By Mike Gustafson//Contributor | Thursday, July 5, 2018
400 IMers are, perhaps, the most dedicated breed of swimmers. Why? There’s no faking a 400 IM. It’s not a 50 freestyle (no offense, sprinters). A swimmer can’t just leap into the water unprepared and hammer out a gold medal-winning 400 IM. The tireless passion and daily pursuit that the 400 IM requires is unparalleled in swimming — and perhaps in all of sports. The 400 IM is equal parts sprint and distance. It uses all muscle groups, all strokes, all strategies. It demands patience, fortitude, and, most of all, grit. The 400 IM is an exercise in pushing one’s limits. And so, 400 IMers are often what I refer to as “swimmers’ swimmers.”
What is a “swimmers’ swimmer”?
You know who I’m talking about. Likely, you have a “swimmers’ swimmer” on your team: The kind of swimmer who arrives early, leaves late, works the hardest, and is fluid in all techniques and all strokes. The kind of swimmer who looks forward to the daily grind. The kind of swimmer who does not care about podiums or relay selections or fame or fortune. The kind of swimmer who loves practice, and genuinely enjoys the process.
In other words: 400 IMers.
Until the 2016 Olympics, the United States had the world’s best male 400 IMer (or “swimmers’ swimmer’) for two decades. Tom Dolan. Michael Phelps. Ryan Lochte. Each of them became Olympic gold medalists in the 400 IM, securing their spot as the ultimate “swimmers’ swimmer.” Then came along Japan’s Kosuke Hagino, who snapped America’s 400 IM winning streak. He became the world’s greatest all-around swimmer, just ahead of the United States’ Chase Kalisz, who valiantly earned the silver.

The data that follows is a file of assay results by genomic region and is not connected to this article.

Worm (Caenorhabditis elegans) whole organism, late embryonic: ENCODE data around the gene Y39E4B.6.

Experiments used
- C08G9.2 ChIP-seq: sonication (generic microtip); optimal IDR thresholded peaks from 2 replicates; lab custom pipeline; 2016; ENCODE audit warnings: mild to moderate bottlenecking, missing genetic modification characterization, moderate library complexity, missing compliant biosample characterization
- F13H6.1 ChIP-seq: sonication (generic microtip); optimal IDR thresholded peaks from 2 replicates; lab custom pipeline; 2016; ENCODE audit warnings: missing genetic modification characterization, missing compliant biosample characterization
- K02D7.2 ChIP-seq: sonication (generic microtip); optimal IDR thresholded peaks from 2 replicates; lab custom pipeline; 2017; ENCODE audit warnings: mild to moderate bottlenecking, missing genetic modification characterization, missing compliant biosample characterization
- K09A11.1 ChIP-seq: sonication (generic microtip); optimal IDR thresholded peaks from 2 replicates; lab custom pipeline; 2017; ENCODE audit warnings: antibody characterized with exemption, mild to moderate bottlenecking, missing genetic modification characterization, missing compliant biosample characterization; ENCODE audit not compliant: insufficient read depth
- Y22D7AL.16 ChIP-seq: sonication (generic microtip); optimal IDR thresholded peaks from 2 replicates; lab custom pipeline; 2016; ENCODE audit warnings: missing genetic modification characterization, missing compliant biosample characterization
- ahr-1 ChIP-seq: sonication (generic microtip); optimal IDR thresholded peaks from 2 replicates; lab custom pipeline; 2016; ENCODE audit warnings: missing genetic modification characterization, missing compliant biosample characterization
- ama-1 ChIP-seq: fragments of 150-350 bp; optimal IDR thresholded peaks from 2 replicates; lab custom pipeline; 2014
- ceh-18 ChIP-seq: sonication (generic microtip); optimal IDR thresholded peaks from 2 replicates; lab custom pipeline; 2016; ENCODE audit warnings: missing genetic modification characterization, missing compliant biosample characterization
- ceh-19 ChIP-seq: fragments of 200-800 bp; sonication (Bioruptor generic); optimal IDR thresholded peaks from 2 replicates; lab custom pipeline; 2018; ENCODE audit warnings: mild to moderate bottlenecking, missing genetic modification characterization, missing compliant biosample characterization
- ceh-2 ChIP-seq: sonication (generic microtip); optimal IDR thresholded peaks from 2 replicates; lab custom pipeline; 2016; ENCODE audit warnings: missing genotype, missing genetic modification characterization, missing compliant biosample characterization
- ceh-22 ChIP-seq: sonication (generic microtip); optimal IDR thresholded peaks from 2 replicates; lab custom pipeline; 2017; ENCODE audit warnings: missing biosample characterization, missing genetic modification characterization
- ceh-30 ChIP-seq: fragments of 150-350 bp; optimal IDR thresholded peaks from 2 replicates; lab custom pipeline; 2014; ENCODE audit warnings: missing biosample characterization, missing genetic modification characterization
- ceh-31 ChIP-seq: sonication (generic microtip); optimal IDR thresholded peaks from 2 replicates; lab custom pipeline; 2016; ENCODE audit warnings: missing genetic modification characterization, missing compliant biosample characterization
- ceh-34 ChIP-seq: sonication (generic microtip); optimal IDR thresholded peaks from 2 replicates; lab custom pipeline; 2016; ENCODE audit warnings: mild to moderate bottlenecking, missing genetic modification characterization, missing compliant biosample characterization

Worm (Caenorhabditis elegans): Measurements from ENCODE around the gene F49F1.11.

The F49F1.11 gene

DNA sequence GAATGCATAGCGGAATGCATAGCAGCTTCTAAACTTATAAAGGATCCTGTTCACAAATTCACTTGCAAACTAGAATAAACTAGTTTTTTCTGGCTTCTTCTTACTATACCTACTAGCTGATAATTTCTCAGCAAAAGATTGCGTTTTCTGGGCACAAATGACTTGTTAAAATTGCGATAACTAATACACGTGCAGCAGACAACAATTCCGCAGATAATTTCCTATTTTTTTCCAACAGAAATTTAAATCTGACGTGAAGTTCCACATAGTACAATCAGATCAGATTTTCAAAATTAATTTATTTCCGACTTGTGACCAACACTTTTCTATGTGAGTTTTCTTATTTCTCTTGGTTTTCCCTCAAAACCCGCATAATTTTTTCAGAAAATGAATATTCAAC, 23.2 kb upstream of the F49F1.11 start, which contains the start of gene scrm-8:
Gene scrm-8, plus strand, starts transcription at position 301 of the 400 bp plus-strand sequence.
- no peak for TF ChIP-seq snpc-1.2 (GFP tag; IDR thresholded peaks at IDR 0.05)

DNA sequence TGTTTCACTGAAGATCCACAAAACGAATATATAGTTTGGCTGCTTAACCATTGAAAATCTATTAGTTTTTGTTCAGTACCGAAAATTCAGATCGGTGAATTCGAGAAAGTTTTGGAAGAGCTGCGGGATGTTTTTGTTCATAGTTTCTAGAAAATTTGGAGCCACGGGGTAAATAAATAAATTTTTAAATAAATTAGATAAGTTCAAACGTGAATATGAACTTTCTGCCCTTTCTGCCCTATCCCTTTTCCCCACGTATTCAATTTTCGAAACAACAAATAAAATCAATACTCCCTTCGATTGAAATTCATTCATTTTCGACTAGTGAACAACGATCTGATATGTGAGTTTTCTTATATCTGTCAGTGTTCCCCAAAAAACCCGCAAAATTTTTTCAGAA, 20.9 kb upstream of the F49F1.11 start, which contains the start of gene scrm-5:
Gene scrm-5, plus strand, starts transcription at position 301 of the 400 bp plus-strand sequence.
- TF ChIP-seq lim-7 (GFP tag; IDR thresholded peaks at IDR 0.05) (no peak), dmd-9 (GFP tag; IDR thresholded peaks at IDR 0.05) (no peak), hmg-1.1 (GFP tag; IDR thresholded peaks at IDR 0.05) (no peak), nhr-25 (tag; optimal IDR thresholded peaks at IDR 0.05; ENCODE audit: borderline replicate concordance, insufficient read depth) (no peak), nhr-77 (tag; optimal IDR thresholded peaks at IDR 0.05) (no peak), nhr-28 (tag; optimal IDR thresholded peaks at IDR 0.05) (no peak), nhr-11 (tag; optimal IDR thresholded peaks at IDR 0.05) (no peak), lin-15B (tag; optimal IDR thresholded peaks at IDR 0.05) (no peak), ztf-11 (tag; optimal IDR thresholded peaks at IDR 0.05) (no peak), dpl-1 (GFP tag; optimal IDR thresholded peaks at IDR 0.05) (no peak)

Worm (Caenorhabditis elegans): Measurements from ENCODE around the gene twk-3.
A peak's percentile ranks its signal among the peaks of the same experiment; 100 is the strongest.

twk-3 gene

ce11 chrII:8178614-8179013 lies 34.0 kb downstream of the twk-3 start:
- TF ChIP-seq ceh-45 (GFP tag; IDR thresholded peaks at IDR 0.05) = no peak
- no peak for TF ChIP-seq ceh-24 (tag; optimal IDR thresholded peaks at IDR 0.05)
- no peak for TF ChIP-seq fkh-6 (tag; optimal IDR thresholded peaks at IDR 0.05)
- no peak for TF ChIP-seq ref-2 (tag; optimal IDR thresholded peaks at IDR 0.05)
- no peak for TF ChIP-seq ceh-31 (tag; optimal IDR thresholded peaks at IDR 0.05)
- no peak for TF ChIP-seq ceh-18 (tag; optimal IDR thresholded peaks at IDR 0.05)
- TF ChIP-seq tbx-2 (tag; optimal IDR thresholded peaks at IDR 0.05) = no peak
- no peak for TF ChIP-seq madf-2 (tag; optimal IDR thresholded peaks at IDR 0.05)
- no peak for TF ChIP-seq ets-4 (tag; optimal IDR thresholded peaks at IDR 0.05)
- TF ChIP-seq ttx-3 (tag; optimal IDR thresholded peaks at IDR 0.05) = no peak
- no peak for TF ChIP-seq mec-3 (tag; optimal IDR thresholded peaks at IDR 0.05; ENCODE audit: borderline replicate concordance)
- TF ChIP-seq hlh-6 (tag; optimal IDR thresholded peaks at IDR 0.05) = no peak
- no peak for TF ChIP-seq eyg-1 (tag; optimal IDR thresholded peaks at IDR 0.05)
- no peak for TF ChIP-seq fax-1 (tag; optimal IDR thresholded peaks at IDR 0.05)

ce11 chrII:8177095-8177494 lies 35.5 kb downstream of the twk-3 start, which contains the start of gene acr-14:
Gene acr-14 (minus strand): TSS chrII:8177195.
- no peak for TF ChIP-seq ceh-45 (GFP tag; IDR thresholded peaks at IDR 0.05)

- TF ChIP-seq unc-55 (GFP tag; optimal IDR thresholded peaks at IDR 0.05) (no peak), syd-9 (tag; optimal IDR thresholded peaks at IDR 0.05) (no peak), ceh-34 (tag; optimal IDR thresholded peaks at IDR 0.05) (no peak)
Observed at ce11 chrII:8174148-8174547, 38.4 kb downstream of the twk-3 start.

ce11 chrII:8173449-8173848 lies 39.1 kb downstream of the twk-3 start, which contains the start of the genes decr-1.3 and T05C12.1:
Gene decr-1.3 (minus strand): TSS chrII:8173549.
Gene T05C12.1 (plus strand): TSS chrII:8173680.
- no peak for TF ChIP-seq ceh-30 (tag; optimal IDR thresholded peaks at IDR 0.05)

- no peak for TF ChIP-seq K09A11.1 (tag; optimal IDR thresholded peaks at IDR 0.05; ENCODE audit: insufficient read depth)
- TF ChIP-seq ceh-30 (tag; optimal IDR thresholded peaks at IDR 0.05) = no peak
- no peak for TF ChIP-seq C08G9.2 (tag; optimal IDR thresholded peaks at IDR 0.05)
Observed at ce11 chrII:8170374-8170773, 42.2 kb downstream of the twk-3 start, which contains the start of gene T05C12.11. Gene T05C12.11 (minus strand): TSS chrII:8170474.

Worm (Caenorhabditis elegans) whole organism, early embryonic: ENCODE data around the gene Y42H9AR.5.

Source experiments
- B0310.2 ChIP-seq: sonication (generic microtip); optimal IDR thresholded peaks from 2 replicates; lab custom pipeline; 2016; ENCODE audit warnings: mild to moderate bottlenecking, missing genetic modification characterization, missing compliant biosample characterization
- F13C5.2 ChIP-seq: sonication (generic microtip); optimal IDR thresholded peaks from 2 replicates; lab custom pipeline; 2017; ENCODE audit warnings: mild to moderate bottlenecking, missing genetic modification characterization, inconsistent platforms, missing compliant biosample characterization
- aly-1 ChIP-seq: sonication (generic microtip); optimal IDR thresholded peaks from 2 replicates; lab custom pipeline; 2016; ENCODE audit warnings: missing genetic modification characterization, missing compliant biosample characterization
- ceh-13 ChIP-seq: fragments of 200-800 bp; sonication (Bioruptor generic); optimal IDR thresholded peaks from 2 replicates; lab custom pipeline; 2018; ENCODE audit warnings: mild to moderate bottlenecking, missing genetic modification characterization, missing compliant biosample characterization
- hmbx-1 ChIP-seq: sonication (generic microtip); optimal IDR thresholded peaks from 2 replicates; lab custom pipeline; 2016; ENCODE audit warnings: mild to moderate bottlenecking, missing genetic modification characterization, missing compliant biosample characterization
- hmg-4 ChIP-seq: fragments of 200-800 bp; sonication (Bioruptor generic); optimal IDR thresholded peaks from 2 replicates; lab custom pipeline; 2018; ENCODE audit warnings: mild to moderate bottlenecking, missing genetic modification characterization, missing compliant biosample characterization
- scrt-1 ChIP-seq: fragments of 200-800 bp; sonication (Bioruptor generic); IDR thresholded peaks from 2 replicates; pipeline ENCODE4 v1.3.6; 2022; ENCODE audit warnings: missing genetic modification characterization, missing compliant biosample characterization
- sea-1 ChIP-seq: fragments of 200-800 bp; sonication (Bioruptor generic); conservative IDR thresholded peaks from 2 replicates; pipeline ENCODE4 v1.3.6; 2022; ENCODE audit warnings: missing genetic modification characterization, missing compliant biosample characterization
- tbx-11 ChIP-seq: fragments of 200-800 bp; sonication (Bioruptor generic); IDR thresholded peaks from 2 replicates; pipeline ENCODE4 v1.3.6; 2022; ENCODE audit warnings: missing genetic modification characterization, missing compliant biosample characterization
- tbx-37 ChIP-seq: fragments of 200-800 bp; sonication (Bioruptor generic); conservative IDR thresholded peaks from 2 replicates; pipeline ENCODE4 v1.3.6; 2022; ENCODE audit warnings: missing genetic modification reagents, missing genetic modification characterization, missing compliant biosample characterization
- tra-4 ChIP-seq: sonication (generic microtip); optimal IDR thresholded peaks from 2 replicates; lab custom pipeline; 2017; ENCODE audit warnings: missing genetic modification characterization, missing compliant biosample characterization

But now the world’s attention turns towards 2020: Can the United States regain the 400 IM Olympic gold medal? Can Kalisz rise to the top spot and reclaim America’s argument about having the world’s best all-around swimmer?
This weekend, Kalisz aims to conquer a different top podium spot at the TYR Pro Swim Series in Columbus. While the competition might not be as fierce as it will be in Tokyo 2020 — or Omaha 2020, for that matter — it is an opportunity for Kalisz and company to practice a prelims/finals race-pace 400 IM. An opportunity to refine those 400 IM racing strategies and practice the process.
Besides Kalisz, another name to watch this weekend is 17-year-old Jake Foster. Generally speaking, teenagers don’t often compete for 400 IM titles. 400 IM titles are given to those veterans of the sport, those swimmers who have put in thousands of hours and miles into refining their 400 IMs. However, Foster is one of those up-and-coming athletes capable of dropping quite a bit of time in the next few years. Any teenager who can break 4:20 in the 400 IM is a phenom, in my eyes. With enough training and passion and some luck, Foster could be someone who could challenge for that Olympic roster spot in a few years.
While the United States does have a 400 IM tradition, the world’s competition in the event is getting stronger. The United States is no longer home to the world’s best all-around swimmer. But rest assured that this weekend, we’ll be seeing quite a few swimmers take to the blocks in Columbus all seeking that 400 IM supremacy. Swimmers who look forward to an opportunity like this weekend, because this weekend’s opportunity represents just another step along the process.
And that process is exactly what 400 IMers — swimmers’ swimmers — love.
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